No. 122 NAI DFA EA 104(b)

Letter from Michael MacWhite to Joseph P. Walshe (Dublin)
(M.L. 04/074)

Geneva, 30 November 1927

A Chara,

I had an interview yesterday with Mr. Litvinoff, Assistant Commissary for Foreign Affairs of the U.S.S.R., on the question of trade relations between the Saorstát and Russia. Mr. Lounatcharsky, the U.S.S.R. Commissary for Education and Fine Arts was also present.

I explained to them the nature of the principal articles the Saorstát could furnish, such as horses for military and other purposes, hides and skins, wool and herrings, for all of which there is a good demand in Russia at present.

Mr. Litvinoff informed me that the U.S.S.R. would be very glad to open up commercial relations with the Saorstát, but as their foreign trade was entirely in the hands of the State, it would be necessary for them to send a Trade Commissioner to Dublin so as to arrange for purchases and sales. The question was, could they do so? I told him that there were difficulties in the way, but personally I did not think they were insurmountable. That was, however, for my Government to decide and I hoped to be able to let him have a reply in due course. He asked where it would be possible to have a visa for entrance to the Saorstát, to which I replied that if my Government decided to admit their representative that difficulty could be got over.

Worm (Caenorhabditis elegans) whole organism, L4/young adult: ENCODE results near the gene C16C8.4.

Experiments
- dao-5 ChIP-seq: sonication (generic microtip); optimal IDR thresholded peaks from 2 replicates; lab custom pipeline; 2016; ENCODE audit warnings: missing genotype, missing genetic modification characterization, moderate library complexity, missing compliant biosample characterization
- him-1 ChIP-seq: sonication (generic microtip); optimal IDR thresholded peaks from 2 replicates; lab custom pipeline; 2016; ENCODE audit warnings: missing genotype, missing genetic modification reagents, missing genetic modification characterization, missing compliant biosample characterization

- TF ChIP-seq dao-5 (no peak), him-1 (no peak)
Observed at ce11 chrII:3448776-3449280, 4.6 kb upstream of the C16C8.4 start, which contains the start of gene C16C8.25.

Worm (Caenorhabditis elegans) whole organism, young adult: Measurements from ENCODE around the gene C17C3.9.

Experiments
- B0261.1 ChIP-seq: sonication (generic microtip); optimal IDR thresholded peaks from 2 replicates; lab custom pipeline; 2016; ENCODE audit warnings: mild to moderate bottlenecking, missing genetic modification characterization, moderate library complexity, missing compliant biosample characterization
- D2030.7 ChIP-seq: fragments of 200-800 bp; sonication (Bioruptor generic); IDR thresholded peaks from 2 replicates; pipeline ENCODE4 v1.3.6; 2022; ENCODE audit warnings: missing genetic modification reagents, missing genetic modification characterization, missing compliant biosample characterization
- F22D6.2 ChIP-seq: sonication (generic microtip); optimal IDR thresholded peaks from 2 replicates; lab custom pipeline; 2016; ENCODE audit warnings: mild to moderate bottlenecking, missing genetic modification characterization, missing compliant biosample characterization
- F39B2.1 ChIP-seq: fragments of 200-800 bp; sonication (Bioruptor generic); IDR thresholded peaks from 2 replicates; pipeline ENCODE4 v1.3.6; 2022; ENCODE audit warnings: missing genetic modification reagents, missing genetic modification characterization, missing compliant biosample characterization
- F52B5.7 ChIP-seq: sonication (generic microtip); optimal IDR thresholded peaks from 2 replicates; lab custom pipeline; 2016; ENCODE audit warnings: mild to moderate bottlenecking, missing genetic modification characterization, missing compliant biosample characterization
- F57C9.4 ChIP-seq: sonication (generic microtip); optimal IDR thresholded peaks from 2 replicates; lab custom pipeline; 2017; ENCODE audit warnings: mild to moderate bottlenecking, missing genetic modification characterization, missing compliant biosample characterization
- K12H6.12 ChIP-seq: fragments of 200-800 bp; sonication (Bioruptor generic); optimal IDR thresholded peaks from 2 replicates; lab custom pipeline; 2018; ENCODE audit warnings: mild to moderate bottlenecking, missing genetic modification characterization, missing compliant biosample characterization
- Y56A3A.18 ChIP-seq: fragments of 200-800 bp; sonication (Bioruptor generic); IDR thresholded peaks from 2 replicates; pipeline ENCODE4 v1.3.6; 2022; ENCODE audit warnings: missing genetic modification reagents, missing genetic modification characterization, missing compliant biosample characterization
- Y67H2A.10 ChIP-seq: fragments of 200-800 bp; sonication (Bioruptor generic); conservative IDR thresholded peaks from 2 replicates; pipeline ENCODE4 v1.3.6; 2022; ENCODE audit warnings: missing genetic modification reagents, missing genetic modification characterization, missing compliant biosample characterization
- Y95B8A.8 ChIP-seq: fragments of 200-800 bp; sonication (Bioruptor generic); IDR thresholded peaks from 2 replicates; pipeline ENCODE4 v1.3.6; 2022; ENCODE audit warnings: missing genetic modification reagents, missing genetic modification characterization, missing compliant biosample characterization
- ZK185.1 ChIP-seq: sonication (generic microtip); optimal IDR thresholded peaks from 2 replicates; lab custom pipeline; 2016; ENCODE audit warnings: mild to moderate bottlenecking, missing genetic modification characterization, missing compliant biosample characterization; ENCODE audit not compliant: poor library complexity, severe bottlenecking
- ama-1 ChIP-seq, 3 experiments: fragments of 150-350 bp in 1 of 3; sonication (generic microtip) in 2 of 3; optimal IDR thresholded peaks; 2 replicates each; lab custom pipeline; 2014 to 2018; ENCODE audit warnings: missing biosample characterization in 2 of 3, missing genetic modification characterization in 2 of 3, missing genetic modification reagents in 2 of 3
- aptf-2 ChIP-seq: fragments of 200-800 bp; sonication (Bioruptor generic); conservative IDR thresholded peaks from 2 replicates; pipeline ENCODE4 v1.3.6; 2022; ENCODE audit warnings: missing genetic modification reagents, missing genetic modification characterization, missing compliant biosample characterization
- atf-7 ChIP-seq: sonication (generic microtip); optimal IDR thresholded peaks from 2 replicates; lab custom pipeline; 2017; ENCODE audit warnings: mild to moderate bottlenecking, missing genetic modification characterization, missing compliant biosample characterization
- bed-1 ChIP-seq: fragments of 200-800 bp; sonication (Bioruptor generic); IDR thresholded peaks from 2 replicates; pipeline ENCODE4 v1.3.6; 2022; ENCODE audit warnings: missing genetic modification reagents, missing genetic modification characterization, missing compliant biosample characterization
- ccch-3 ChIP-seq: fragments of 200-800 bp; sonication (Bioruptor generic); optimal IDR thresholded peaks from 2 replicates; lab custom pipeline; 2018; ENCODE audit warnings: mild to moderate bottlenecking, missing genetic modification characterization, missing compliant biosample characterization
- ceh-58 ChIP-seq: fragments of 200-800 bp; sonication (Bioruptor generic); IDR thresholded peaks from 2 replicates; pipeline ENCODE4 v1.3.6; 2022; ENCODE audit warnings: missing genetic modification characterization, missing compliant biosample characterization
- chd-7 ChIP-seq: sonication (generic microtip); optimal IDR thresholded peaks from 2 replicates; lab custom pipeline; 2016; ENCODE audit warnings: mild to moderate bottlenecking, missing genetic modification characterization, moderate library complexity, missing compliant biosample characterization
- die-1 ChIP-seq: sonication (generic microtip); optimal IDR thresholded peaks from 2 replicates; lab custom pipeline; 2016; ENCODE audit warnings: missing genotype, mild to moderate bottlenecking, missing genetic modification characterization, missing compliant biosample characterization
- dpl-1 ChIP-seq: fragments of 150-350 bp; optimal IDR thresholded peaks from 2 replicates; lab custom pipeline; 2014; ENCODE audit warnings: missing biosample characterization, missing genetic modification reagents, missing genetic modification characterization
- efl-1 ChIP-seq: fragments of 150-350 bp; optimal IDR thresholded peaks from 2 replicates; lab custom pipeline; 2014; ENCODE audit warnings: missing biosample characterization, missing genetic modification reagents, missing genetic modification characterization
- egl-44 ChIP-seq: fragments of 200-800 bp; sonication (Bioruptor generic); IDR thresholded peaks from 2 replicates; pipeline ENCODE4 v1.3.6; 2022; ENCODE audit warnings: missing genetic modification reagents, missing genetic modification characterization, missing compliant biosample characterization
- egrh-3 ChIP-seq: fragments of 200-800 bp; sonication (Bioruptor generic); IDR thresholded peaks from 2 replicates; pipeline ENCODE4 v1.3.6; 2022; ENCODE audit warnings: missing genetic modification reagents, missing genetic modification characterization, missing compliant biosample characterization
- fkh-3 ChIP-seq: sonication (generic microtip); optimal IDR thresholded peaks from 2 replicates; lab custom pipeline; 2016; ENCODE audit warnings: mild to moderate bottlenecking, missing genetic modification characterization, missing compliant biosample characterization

I explained that as there was no passport barrier between the Saorstát and Great Britain and Northern Ireland, it was probable we should require a guarantee, if we accepted their representative, that he would not enter either of those territories without a formal authorisation from the British Government. The U.S.S.R. are prepared to give such a guarantee.

It is evident that if any trade is to be done with the U.S.S.R. it can only be through their trade representative. The question is, therefore, whether you are prepared to receive such a representative. I shall be obliged for your decision as I promised to convey it to Mr. Litvinoff.


Mise, le meas,
[signed] M. MacWhite

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